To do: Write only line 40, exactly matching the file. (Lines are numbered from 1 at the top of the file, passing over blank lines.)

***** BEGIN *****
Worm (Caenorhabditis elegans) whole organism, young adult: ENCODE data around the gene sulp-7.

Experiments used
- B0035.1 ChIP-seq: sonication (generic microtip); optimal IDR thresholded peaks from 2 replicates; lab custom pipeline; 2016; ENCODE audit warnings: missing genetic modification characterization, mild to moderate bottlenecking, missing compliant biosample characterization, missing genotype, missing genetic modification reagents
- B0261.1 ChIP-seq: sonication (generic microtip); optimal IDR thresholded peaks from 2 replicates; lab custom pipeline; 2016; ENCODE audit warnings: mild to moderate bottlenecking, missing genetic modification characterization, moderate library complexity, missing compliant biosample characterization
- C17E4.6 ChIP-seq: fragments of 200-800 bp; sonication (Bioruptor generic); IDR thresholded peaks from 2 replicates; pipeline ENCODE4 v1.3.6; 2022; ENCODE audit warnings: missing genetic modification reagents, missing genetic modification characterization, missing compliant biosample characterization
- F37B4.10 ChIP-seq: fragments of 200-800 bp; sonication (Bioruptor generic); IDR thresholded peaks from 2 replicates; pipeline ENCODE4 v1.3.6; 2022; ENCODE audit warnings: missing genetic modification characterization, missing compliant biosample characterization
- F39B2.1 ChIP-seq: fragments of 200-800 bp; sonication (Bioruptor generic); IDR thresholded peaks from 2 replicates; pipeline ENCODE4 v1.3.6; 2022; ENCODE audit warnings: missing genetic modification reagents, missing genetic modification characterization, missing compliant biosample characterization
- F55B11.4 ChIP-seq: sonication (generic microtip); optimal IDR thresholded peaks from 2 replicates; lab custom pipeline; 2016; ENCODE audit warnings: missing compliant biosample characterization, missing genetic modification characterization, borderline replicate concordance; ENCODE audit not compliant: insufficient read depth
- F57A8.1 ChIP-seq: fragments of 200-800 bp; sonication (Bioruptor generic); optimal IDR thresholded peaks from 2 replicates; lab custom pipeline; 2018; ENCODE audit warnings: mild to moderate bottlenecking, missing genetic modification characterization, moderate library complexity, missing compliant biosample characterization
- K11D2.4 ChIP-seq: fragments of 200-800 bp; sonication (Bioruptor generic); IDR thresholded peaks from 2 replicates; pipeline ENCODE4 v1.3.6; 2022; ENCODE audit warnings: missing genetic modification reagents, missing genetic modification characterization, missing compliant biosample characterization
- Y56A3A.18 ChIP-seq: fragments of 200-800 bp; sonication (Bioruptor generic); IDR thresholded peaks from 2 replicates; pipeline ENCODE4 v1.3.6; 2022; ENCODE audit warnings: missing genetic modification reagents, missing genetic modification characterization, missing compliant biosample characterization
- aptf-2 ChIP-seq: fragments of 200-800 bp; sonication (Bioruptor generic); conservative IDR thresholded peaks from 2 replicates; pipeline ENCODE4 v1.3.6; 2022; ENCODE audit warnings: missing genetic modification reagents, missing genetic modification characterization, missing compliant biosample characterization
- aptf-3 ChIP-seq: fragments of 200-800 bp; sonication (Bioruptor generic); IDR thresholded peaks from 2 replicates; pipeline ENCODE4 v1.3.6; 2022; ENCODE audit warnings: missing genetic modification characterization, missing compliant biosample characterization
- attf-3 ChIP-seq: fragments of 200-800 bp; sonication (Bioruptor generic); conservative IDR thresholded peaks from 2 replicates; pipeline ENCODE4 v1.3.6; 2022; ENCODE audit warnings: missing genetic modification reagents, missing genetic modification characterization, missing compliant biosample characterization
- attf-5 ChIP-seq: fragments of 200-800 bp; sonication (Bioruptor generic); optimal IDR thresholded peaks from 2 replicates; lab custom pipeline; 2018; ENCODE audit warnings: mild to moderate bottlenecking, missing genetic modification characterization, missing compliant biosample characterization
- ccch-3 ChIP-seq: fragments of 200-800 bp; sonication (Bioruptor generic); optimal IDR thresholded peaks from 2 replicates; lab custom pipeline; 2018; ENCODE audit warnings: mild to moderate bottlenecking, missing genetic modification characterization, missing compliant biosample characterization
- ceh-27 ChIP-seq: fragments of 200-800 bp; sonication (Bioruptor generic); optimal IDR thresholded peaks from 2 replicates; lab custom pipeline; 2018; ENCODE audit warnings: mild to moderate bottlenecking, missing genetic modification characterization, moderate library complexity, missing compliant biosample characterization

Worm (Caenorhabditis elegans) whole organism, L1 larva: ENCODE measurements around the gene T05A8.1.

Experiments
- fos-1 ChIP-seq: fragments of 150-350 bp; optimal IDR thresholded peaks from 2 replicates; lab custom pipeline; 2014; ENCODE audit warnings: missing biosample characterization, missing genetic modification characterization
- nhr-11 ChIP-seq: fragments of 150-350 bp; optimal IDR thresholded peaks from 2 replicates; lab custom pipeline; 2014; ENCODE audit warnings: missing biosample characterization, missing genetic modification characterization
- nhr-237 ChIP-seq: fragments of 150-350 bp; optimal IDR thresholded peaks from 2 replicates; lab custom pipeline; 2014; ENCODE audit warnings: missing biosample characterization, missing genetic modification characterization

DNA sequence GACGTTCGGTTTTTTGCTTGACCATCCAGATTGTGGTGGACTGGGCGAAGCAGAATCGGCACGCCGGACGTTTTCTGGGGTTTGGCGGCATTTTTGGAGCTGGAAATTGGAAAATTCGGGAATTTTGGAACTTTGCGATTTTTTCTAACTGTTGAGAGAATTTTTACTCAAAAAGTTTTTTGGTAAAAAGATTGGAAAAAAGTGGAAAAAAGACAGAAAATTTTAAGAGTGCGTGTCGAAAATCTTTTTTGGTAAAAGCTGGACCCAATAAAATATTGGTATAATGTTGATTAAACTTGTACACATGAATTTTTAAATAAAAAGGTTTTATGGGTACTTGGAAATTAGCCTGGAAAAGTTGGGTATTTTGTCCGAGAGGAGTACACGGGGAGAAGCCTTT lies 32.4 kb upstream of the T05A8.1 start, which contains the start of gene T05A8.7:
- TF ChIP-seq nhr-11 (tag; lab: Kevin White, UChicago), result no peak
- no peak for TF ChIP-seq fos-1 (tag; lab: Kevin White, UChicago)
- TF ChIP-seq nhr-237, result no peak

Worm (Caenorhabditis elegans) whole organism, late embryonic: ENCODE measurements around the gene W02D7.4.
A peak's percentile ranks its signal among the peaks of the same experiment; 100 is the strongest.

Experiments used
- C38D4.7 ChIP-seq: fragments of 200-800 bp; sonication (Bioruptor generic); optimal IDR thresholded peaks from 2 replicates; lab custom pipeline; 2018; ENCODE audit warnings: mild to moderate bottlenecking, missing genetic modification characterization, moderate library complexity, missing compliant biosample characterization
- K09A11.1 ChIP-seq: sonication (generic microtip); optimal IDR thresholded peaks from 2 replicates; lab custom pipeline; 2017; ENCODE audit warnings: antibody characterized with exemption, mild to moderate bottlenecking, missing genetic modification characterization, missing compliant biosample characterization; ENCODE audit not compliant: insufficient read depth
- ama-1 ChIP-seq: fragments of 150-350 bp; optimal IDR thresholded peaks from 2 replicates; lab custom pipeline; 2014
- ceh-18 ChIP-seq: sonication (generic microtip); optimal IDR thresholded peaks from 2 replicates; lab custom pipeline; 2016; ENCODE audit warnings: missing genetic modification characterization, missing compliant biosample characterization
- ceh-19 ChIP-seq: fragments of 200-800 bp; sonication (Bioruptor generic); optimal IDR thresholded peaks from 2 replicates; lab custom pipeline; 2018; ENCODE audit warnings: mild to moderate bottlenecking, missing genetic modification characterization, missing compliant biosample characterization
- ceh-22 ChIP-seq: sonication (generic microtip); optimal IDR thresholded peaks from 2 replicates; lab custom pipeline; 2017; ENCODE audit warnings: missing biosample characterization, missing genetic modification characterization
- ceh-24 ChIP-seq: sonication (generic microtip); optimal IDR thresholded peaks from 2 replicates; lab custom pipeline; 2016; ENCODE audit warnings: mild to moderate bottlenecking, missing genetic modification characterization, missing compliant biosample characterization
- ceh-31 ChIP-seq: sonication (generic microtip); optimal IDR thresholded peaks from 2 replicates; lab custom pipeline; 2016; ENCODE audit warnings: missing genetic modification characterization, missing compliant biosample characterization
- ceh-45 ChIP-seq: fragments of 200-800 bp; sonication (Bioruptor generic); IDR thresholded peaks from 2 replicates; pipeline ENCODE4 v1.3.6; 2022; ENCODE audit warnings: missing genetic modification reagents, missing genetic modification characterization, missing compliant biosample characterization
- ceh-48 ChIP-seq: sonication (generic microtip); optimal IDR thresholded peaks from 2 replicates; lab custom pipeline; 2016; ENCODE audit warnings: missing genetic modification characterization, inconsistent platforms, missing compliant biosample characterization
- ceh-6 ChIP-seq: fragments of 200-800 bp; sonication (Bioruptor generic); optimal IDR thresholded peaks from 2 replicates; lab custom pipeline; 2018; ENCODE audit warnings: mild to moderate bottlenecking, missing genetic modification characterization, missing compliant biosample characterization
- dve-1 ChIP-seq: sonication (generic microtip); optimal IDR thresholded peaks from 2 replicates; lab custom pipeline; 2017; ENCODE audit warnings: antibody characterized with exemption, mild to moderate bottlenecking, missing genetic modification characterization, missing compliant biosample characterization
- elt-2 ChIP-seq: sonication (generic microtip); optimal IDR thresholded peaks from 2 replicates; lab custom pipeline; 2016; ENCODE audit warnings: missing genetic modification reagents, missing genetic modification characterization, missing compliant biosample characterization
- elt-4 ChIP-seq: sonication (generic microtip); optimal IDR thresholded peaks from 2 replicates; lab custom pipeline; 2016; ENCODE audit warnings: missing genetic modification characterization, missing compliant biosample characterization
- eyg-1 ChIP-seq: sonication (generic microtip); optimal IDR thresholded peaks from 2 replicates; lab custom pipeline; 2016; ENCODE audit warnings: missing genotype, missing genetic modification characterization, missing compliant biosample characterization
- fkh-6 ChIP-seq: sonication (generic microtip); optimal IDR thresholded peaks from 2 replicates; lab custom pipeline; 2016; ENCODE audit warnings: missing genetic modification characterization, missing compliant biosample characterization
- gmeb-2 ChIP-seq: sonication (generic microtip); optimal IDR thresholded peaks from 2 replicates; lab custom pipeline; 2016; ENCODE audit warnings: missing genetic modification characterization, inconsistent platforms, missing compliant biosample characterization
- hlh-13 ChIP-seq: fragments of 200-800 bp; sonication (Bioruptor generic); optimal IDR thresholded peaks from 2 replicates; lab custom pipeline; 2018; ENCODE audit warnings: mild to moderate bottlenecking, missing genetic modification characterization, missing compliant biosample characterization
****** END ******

- ceh-6 ChIP-seq: fragments of 200-800 bp; sonication (Bioruptor generic); optimal IDR thresholded peaks from 2 replicates; lab custom pipeline; 2018; ENCODE audit warnings: mild to moderate bottlenecking, missing genetic modification characterization, missing compliant biosample characterization